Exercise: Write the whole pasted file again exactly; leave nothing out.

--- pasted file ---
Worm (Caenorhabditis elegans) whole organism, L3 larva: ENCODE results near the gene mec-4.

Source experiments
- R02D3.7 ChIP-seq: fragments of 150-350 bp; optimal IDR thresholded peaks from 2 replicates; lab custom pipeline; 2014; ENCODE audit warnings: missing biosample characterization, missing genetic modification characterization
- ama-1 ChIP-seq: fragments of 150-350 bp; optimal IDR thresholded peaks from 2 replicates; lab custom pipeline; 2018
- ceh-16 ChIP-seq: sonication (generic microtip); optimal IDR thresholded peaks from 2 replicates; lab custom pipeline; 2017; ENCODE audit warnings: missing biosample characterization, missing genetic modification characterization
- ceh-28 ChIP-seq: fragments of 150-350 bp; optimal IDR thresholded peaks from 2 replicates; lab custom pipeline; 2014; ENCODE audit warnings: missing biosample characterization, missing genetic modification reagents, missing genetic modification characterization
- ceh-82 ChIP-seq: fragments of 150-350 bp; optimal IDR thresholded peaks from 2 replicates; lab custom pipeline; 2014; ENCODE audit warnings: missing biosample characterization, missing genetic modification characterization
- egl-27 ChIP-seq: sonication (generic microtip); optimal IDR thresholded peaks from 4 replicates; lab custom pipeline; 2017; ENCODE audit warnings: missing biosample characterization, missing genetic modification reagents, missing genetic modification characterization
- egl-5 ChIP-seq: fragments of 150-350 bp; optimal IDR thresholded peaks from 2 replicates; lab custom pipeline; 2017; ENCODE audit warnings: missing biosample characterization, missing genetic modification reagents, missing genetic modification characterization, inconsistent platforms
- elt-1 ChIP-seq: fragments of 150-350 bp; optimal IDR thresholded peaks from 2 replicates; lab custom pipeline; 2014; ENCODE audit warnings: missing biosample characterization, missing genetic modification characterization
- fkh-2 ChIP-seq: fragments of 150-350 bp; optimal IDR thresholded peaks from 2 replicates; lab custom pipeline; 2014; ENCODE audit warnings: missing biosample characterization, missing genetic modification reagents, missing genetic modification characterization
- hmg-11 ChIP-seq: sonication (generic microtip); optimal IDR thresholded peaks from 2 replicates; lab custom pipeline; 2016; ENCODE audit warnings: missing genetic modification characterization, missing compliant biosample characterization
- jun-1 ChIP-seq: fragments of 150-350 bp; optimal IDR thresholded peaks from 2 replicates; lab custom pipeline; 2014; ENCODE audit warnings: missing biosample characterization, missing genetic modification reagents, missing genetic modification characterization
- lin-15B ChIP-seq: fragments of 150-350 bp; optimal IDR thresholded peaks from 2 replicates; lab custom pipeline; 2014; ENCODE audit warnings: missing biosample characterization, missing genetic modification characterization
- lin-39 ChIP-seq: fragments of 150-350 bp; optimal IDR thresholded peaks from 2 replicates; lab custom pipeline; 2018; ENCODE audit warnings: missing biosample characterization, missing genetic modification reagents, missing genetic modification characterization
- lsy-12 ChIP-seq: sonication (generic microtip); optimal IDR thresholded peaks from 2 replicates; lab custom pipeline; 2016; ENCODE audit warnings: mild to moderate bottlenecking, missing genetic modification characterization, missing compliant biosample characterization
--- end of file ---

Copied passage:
Worm (Caenorhabditis elegans) whole organism, L3 larva: ENCODE results near the gene mec-4.

Source experiments
- R02D3.7 ChIP-seq: fragments of 150-350 bp; optimal IDR thresholded peaks from 2 replicates; lab custom pipeline; 2014; ENCODE audit warnings: missing biosample characterization, missing genetic modification characterization
- ama-1 ChIP-seq: fragments of 150-350 bp; optimal IDR thresholded peaks from 2 replicates; lab custom pipeline; 2018
- ceh-16 ChIP-seq: sonication (generic microtip); optimal IDR thresholded peaks from 2 replicates; lab custom pipeline; 2017; ENCODE audit warnings: missing biosample characterization, missing genetic modification characterization
- ceh-28 ChIP-seq: fragments of 150-350 bp; optimal IDR thresholded peaks from 2 replicates; lab custom pipeline; 2014; ENCODE audit warnings: missing biosample characterization, missing genetic modification reagents, missing genetic modification characterization
- ceh-82 ChIP-seq: fragments of 150-350 bp; optimal IDR thresholded peaks from 2 replicates; lab custom pipeline; 2014; ENCODE audit warnings: missing biosample characterization, missing genetic modification characterization
- egl-27 ChIP-seq: sonication (generic microtip); optimal IDR thresholded peaks from 4 replicates; lab custom pipeline; 2017; ENCODE audit warnings: missing biosample characterization, missing genetic modification reagents, missing genetic modification characterization
- egl-5 ChIP-seq: fragments of 150-350 bp; optimal IDR thresholded peaks from 2 replicates; lab custom pipeline; 2017; ENCODE audit warnings: missing biosample characterization, missing genetic modification reagents, missing genetic modification characterization, inconsistent platforms
- elt-1 ChIP-seq: fragments of 150-350 bp; optimal IDR thresholded peaks from 2 replicates; lab custom pipeline; 2014; ENCODE audit warnings: missing biosample characterization, missing genetic modification characterization
- fkh-2 ChIP-seq: fragments of 150-350 bp; optimal IDR thresholded peaks from 2 replicates; lab custom pipeline; 2014; ENCODE audit warnings: missing biosample characterization, missing genetic modification reagents, missing genetic modification characterization
- hmg-11 ChIP-seq: sonication (generic microtip); optimal IDR thresholded peaks from 2 replicates; lab custom pipeline; 2016; ENCODE audit warnings: missing genetic modification characterization, missing compliant biosample characterization
- jun-1 ChIP-seq: fragments of 150-350 bp; optimal IDR thresholded peaks from 2 replicates; lab custom pipeline; 2014; ENCODE audit warnings: missing biosample characterization, missing genetic modification reagents, missing genetic modification characterization
- lin-15B ChIP-seq: fragments of 150-350 bp; optimal IDR thresholded peaks from 2 replicates; lab custom pipeline; 2014; ENCODE audit warnings: missing biosample characterization, missing genetic modification characterization
- lin-39 ChIP-seq: fragments of 150-350 bp; optimal IDR thresholded peaks from 2 replicates; lab custom pipeline; 2018; ENCODE audit warnings: missing biosample characterization, missing genetic modification reagents, missing genetic modification characterization
- lsy-12 ChIP-seq: sonication (generic microtip); optimal IDR thresholded peaks from 2 replicates; lab custom pipeline; 2016; ENCODE audit warnings: mild to moderate bottlenecking, missing genetic modification characterization, missing compliant biosample characterization